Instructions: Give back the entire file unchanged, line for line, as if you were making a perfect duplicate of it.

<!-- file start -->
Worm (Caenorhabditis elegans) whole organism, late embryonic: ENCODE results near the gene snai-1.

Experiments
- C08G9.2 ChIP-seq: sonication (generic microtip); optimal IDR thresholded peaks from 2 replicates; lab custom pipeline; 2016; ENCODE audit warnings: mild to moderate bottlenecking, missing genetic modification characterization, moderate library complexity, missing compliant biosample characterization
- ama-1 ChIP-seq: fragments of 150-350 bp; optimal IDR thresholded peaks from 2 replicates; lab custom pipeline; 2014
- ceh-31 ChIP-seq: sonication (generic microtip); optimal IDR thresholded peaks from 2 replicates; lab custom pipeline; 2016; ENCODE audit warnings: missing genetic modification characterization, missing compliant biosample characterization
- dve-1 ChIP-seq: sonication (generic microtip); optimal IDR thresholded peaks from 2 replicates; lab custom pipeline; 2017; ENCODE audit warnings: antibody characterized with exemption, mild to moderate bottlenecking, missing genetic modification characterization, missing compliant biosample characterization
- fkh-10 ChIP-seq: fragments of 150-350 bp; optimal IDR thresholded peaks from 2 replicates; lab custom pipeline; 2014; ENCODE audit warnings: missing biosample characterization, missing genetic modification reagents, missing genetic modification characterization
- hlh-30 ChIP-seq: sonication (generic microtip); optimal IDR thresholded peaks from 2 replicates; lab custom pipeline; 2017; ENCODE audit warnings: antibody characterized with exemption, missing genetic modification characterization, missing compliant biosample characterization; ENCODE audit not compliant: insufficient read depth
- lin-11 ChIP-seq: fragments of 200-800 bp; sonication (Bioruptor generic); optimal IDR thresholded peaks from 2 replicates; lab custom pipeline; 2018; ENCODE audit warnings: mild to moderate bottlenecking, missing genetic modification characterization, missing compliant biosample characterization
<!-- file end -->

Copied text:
Worm (Caenorhabditis elegans) whole organism, late embryonic: ENCODE results near the gene snai-1.

Experiments
- C08G9.2 ChIP-seq: sonication (generic microtip); optimal IDR thresholded peaks from 2 replicates; lab custom pipeline; 2016; ENCODE audit warnings: mild to moderate bottlenecking, missing genetic modification characterization, moderate library complexity, missing compliant biosample characterization
- ama-1 ChIP-seq: fragments of 150-350 bp; optimal IDR thresholded peaks from 2 replicates; lab custom pipeline; 2014
- ceh-31 ChIP-seq: sonication (generic microtip); optimal IDR thresholded peaks from 2 replicates; lab custom pipeline; 2016; ENCODE audit warnings: missing genetic modification characterization, missing compliant biosample characterization
- dve-1 ChIP-seq: sonication (generic microtip); optimal IDR thresholded peaks from 2 replicates; lab custom pipeline; 2017; ENCODE audit warnings: antibody characterized with exemption, mild to moderate bottlenecking, missing genetic modification characterization, missing compliant biosample characterization
- fkh-10 ChIP-seq: fragments of 150-350 bp; optimal IDR thresholded peaks from 2 replicates; lab custom pipeline; 2014; ENCODE audit warnings: missing biosample characterization, missing genetic modification reagents, missing genetic modification characterization
- hlh-30 ChIP-seq: sonication (generic microtip); optimal IDR thresholded peaks from 2 replicates; lab custom pipeline; 2017; ENCODE audit warnings: antibody characterized with exemption, missing genetic modification characterization, missing compliant biosample characterization; ENCODE audit not compliant: insufficient read depth
- lin-11 ChIP-seq: fragments of 200-800 bp; sonication (Bioruptor generic); optimal IDR thresholded peaks from 2 replicates; lab custom pipeline; 2018; ENCODE audit warnings: mild to moderate bottlenecking, missing genetic modification characterization, missing compliant biosample characterization